Red mulberry is a member of the family Moraceae, which also includes figs, and is the only mulberry species native to Alabama. A mid-sized tree up to 60 feet tall—it grows wild across much of the state—thriving in bottomland woods, fencerows, old fields, and vacant lots. Its leaves are large, heart-shaped or variously lobed, and scabrous (rough) on their upper surface. When grown in open areas, trees are comparatively stout with a round crown. The bark is smooth to scaly and thin. Because of this thin bark, red mulberry is very sensitive to fire. The flowers form as small green-yellow catkins, which are followed by an aggregate fruit, similar to a blackberry. Unripe fruit is greenish white, becoming red or a deep purply black at full ripeness in early summer. Because plants are generally dioecious, separate male and female trees are needed for good pollination. Though some monoecious specimens do occur, they are not very common.
Uses for People
Red mulberry is an excellent shade and structural tree due to the large leaves and growth form. Its fruit is delicious, with a rich sweet flavor, best enjoyed picked fresh from the tree. Unfortunately, the fruit is very fragile and does not keep well. When abundant, it is best made into juices or wine, preserves or jam, and is excellent baked into pies. Trees yield moderately well but the harvesting window is generally only a few weeks. A pleasant tea can be made from the young leaves.
Freezing is a good method for preserving red mulberry fruit. When freezing select ripened fruit, which is almost black in color, gently rinse the berries under cool, running water. Next, allow berries to air dry and arrange in a single layer on a baking sheet. Place in freezer and allow to freeze for at least 3 hours. Transfer to freezer bag, and label with contents and packing date. Freeze for up to 6 months for best quality.
When preparing jams or preserves, using tested recipes from USDA or any Extension organization will ensure a safe product.
Mulberry fruit is a great addition to a refreshing summer drink. They add a sweet and tart flavor to tea or flavored water. Substitute fresh or frozen mulberries in place of the berries in the Live Well Alabama water infused recipes. Mulberries are packed with vitamins. According to Untied States Department of Agriculture (USDA) nutrition information for raw mulberries, a serving size of 1 cup will give you 36 milligrams of vitamin C, 194 milligrams of potassium, and 39 milligrams of calcium.
Uses for Wildlife
Many species of birds and mammals enjoy the berries as an early summer food source. Numerous insects consume the foliage, and deer and other herbivorous mammals will eat the young foliage and bark from younger trees. Trees provide a good source of shade and locations for nesting.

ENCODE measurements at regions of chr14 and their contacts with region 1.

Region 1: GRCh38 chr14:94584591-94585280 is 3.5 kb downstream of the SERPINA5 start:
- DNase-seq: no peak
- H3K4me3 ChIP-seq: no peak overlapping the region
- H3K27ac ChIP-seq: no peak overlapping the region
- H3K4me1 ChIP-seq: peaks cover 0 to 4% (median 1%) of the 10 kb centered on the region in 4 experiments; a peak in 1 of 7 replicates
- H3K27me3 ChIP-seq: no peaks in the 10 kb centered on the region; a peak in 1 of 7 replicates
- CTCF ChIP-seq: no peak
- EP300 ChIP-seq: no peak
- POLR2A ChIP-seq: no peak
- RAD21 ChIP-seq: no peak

Red mulberry trees are often available online or from native plant nurseries. The trees can also be grown easily from seed, or from cuttings (which are easy to collect during winter pruning). Because the trees are often dioecious, it is best to plant several to ensure good pollination and fruit production. Red mulberry should have few issues with disease or pests when grown in Alabama from good stock and on an appropriate site. That said, it is possible to improve the health and yield of your mulberries with a little effort.
Mulberry trees grow quickly and will often grow too tall for easy hand harvesting. For better access and to maintain a good growth form, it is best to prune the tree to a shorter height. Prune in late winter and follow Extension pruning guides for best practices. Trees may bleed a milky sap-like figs when pruned, but this is reduced if pruned at the appropriate time. Pruning branches greater than two inches in diameter should be avoided due to risks of excessive bleeding, slow healing, and vulnerability to disease. Though they can grow well in shaded areas, better yields will be realized with good sunlight. Occasional deep watering during periods of severe drought can benefit production, particularly if planted in a more upland area. Likewise, while they can grow on many soil types, occasional fertilization in the early spring can keep them healthy and vigorous. It is best practice to test your soil before fertilizing to ensure an appropriate nutrient balance. Light compost and mulching around the roots (but not directly at the base of the tree) will benefit soil quality and reduce weed competition.
Whether encouraging plants found on your property or buying from a nursery or seed supplier, ensure you are planting native red mulberry. Introduced white mulberry (Morus alba) is very closely related to our native species and readily hybridizes with it, diluting the native stock. Its berries are also markedly inferior in flavor. Paper mulberry (Broussonetia papyrifera) may also be mistaken for native mulberry when young, but its leaves and growth form are more distinct and the fruit, though edible, does not resemble either red or white mulberry. White mulberry may be distinguished from red mulberry by its glossy (glabrous) leaves, whereas paper mulberry is strongly pubescent (fuzzy) on both leaves and stems. Furthermore, both of the non-native species can be invasive.
Mulberry Jelly with Powdered Pectin